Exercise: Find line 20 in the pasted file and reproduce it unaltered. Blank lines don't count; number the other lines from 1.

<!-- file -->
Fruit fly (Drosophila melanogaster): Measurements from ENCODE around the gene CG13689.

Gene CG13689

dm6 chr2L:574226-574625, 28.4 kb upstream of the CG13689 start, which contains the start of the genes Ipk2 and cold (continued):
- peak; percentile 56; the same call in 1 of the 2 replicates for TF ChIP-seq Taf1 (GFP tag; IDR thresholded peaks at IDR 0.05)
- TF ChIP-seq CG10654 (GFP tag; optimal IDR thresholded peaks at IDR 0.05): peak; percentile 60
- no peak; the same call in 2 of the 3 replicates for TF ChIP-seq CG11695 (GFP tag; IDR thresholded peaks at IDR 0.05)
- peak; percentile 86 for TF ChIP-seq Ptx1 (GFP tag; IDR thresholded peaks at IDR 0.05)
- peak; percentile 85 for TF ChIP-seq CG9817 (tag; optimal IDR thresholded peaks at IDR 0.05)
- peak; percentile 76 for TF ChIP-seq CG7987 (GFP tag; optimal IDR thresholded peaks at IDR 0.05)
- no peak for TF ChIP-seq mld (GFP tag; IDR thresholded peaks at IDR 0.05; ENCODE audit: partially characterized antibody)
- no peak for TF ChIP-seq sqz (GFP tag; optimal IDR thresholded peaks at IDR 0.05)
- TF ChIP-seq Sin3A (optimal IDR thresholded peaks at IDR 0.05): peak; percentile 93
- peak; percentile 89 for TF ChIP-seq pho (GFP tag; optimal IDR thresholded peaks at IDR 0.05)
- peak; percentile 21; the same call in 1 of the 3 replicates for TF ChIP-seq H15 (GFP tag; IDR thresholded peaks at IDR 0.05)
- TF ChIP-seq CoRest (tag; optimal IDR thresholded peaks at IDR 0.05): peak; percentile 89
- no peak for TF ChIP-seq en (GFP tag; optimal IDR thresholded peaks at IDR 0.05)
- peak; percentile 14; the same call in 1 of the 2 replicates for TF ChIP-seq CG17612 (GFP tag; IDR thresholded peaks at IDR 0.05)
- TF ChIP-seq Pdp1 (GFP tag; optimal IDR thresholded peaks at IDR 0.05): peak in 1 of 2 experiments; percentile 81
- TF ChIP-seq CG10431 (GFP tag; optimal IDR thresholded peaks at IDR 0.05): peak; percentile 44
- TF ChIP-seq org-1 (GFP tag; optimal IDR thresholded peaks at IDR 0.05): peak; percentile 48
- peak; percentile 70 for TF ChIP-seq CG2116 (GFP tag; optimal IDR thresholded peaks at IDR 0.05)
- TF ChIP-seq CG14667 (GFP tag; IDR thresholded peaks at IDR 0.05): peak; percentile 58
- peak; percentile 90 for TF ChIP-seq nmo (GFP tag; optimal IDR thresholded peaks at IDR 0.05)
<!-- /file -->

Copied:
- TF ChIP-seq org-1 (GFP tag; optimal IDR thresholded peaks at IDR 0.05): peak; percentile 48